We are also in agreement with the learned counsel for the petitioner that no new facts or material had come to the knowledge of the Assessing Officer to enable him to initiate re-assessment proceedings. All the material facts on which the Assessing Officer had based his purported reasons were available on record at the time when the original assessment order was passed.
In Usha International (supra), it has been observed that if new facts, material or information comes to the knowledge of the Assessing Officer which was not on record and available at the time of the assessment order, the principle of ‘change of opinion’ would not apply. In the present case, we have already observed that all the relevant material was on record and available at the time of original assessment proceedings. Therefore, the reassessment proceedings on the basis of the same material would be contrary to law.
One more aspect which needs some discussion is with regard to the submission that the DRP had no occasion to consider the issue of taxability of the transaction involving the transfer of the expired value of the contract in exchange of shares as no variation had been suggested by the Assessing Officer on this aspect of the matter in his draft assessment order. It was submitted by the learned counsel for the revenue that the jurisdiction of the DRP in terms of Section 144C(8) was that it could confirm, reduce or enhance the variations proposed in the draft order, but it could not introduce a new element of tax or variation. In response to this, the learned counsel for the petitioner drew our attention to the Explanation added after Section 144 C(8). It was submitted by the learned counsel for the petitioner that by virtue of the said Explanation, the DRP always had the power to consider any matter arising out of the assessment proceedings relating to the draft order, notwithstanding that such matter was raised or not by the eligible assessee. Section 144 C(8) and the Explanation appended thereto reads as under:-
“144C (8) The Dispute Resolution Panel may confirm, reduce or enhance the variations proposed in the draft order so, however, that it shall not set aside any proposed variation or issue any direction under sub-section (5) for further enquiry and passing of the assessment order.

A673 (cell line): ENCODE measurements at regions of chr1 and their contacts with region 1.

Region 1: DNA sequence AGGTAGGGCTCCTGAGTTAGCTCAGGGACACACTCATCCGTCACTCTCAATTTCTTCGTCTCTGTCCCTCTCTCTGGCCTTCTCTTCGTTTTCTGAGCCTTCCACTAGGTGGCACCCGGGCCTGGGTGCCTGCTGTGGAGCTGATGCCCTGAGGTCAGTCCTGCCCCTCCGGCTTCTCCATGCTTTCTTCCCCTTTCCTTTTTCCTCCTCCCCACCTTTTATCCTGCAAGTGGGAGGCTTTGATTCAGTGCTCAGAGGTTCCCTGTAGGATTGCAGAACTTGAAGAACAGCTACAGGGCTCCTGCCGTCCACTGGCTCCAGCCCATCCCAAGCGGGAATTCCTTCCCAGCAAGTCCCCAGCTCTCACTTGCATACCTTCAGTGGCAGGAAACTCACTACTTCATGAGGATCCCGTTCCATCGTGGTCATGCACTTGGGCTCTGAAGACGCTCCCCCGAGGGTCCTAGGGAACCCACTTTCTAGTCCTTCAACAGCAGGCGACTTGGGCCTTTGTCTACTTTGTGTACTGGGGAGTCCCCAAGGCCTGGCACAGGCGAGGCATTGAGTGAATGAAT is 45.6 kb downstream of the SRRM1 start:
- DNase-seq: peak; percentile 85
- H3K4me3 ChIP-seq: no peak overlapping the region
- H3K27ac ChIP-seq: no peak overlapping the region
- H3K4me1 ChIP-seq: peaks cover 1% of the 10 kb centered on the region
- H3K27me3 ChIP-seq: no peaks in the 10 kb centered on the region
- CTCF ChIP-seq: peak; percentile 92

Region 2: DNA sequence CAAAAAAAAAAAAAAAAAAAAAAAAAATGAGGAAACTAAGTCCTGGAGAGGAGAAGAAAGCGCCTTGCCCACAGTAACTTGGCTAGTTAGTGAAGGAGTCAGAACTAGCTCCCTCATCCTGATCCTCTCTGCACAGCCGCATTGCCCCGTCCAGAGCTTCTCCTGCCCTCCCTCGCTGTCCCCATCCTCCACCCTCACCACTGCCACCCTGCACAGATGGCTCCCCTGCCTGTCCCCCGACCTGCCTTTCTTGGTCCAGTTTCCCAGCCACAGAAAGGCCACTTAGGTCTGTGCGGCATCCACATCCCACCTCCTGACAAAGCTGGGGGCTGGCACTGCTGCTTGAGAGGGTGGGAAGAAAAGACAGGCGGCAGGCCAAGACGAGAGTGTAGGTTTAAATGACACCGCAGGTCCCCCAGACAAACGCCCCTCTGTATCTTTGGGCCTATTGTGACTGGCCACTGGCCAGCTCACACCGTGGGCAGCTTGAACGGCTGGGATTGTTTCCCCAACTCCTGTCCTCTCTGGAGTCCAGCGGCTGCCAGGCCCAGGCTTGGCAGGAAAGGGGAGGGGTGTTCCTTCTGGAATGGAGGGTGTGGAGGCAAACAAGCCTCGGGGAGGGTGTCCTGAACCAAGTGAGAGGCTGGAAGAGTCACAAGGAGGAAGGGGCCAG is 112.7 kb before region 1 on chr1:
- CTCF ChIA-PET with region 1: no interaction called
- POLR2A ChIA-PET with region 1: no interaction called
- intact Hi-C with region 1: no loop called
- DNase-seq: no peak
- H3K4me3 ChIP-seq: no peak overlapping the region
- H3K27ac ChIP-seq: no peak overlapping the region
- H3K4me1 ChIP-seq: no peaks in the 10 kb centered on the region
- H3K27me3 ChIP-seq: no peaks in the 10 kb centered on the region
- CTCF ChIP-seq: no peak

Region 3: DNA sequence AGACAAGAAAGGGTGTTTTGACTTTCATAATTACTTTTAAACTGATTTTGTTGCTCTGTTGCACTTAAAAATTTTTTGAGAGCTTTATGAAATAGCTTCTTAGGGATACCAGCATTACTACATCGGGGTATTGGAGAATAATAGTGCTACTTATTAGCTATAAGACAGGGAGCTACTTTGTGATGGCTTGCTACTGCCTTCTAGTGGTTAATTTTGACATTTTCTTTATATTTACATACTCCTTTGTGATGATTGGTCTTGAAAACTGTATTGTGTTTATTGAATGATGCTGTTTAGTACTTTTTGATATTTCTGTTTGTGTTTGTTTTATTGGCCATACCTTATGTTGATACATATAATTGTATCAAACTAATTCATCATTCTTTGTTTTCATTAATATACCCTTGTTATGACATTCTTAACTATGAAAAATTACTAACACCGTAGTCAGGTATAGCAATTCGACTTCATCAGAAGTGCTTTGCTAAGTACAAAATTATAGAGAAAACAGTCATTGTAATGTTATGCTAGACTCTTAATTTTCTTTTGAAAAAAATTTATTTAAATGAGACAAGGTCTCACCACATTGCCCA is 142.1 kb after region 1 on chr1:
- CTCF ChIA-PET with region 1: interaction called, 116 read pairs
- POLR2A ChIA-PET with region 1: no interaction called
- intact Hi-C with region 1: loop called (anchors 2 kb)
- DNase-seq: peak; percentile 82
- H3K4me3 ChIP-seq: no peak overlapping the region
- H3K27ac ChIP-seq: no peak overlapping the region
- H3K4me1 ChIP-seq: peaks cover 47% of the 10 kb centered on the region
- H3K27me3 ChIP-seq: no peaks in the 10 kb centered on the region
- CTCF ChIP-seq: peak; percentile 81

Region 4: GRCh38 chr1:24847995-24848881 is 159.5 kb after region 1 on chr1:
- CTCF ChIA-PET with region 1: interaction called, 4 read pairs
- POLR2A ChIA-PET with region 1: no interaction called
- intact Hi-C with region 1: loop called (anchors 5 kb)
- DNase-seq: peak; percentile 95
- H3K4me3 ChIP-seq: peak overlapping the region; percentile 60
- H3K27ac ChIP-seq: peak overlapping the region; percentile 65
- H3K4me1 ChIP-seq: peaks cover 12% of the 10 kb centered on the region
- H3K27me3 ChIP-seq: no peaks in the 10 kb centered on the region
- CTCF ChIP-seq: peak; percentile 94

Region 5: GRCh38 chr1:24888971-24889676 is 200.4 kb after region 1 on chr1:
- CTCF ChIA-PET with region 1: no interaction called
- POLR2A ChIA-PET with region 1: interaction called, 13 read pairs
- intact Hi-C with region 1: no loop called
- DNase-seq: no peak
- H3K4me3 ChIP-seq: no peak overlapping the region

Explanation. – For the removal of doubts, it is hereby declared that the power of the Dispute Resolution Panel to enhance the variation shall include and shall be deemed always to have included the power to consider any matter arising out of the assessment proceedings relating to the draft order, notwithstanding that such matter was raised or not by the eligible assessee.”
The said explanation was introduced through the Finance Act of 2012. But, it was to take effect retrospectively from 01.04.2009. The Dispute Resolution Panel’s directions were issued after the Explanation had come into operation. In any event, the Explanation is clarificatiory. Reading the Explanation with sub-section 144C(8), it is evident that the Dispute Resolution Panel could examine the issues arising out of the assessment proceedings even though such issues were not part of the subject matter of the variations suggested by the Assessing Officer. In this light, it is significant that though the draft order had not proposed any addition with regard to the restructuring and the said transaction, yet, the DRP had asked for details of the restructuring and had examined the matter. After such examination, the DRP did not direct any addition to be made in this regard. It is evident that the DRP formed an opinion that the transaction was not exigible to capital gains tax and, to contend otherwise, in the purported reasons for re-opening of the assessment, would be nothing but a ‘change of opinion’ which is not permissible in law.
For the reasons set out above, the writ petition is allowed. The notice dated 13.10.2011 issued by the Assessing Officer under Section 148 of the said Act in respect of the assessment year 2008-09 is quashed. All proceedings pursuant thereto, including the order dated 19.07.20 12, rejecting the objections, also stand quashed. There shall be no order as to costs.